Archive for June, 2018

Straight Talk About a Serious Health Concern for Fathers

Friday, June 15th, 2018

By Kevin Burke, MSS

Psychologist Michael Addis writes in Atlantic magazine of a life threatening illness for some men.

You are probably thinking… prostate cancer, high blood pressure, heart disease, diabetes?

All important health care concerns.

But this illness often remains hidden because the symptoms lead men to embrace a shame-based silence about their pain. This silence leaves men isolated and vulnerable.  Some would rather die than reveal their suffering to a family member, colleague or friend.

Dr Addis was working in an inpatient psychiatric unit where he met Patrick. Dr Addis shares that Patrick presented as a handsome, successful looking man with no previous mental health history.

He was surprised to read in his chart that Patrick’s son recently discovered his father sitting on a coach in their family room…with a loaded gun to his head.

Initially the interview skated along on a superficial level revealing little of what led Patrick to such an obvious act of despair.

Dr Addis realized he needed to challenge Patrick: “Can we be straight with each other and cut out the BS?”

Patrick opened up about a series of business failures that led to an increasing disparity between his wealthy lifestyle, and the reality of his financial situation.  Things got so bad that he was unable to pay the mortgage for his large suburban home.

As Patrick’s depression increased, he created an illusion for family and friends that he and his business were just fine – even as his economic and emotional prospects were in free-fall.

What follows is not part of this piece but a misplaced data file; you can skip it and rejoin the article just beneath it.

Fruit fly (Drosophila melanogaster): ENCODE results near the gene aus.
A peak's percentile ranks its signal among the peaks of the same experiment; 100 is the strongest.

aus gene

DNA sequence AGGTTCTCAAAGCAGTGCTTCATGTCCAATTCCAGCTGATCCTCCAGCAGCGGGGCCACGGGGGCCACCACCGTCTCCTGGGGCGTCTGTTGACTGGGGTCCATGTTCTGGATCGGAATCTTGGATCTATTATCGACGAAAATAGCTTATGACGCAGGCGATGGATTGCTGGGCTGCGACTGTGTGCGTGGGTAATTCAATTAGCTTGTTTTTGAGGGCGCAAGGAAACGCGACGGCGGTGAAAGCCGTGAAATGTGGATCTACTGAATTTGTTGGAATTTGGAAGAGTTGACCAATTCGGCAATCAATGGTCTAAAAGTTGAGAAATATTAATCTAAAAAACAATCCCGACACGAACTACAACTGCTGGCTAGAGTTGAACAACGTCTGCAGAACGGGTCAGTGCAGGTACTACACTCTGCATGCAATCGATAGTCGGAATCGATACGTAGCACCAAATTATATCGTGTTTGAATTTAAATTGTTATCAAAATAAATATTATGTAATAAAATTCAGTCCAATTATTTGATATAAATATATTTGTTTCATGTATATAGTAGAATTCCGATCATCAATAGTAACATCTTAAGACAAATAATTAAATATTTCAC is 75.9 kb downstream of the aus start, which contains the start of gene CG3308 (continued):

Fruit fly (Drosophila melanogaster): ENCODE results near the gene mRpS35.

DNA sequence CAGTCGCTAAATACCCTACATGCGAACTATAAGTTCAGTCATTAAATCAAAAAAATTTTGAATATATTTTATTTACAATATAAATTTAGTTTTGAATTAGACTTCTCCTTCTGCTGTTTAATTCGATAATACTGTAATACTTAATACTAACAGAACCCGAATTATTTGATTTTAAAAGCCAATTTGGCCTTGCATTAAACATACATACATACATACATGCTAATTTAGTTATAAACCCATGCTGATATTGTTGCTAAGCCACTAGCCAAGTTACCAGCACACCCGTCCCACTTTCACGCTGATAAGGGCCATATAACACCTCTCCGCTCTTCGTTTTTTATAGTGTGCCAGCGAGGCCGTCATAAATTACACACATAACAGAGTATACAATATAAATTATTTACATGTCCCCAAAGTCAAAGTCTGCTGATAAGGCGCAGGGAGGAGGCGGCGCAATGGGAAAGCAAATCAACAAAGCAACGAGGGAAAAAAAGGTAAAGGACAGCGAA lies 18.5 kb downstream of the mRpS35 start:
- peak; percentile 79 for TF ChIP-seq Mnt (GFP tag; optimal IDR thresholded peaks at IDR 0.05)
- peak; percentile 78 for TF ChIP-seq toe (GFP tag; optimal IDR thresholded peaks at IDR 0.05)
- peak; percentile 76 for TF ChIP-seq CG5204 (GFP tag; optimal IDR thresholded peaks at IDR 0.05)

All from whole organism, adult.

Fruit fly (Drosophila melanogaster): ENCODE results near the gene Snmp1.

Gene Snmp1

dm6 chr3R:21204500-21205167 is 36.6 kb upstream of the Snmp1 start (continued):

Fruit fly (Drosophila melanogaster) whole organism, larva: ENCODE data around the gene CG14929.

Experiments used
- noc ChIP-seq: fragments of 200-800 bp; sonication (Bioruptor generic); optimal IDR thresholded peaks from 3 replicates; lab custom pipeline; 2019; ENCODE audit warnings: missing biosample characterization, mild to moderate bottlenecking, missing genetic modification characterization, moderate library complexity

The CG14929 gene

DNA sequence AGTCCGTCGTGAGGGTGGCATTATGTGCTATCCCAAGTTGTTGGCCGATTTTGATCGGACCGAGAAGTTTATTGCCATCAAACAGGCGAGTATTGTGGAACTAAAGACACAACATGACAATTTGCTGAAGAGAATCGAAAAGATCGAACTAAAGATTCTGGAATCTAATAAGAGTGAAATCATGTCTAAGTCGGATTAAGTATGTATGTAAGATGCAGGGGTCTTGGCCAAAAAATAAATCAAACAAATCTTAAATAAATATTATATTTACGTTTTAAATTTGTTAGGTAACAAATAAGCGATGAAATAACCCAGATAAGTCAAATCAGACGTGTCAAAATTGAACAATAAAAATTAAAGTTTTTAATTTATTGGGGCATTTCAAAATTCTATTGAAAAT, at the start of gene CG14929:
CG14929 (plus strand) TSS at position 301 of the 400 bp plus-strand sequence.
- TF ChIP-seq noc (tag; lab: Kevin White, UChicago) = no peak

Dr Addis reveals:

[Patrick] couldn’t face working, but he also couldn’t face telling people how bad things had gotten. Instead, he got up each morning, dressed as if he was going to work, forced a smile for his family, and either drove around the city or sat at a local coffee shop all day reading the newspaper. Eventually the depression became so overwhelming that he saw no other way out.

Deadly Isolation

Why didn’t he open up about his financial difficulties and depression with friends or family?

Patrick shares:

I should have been able to handle it…I fell apart and turned into a sniveling little boy… ‘Oh Mommy, please help me?’ I couldn’t let people see me like that.

A Newsweek feature on male depression reveals that “men often view asking for help as an admission of weakness – a betrayal of their male identities….”

Men learn from the schoolyard to the boardroom that revealing vulnerability, and an inability to handle emotional or physical pain, is a big mistake that can lead to ridicule and shame.

The idea of the solitary male hero is an entertaining and sometimes inspiring image in an adventure movie.

But the real world can be a mine field as men struggle to negotiate the challenges of modern life. Sometimes, men benefit from sharing their burdens with trusted family and friends.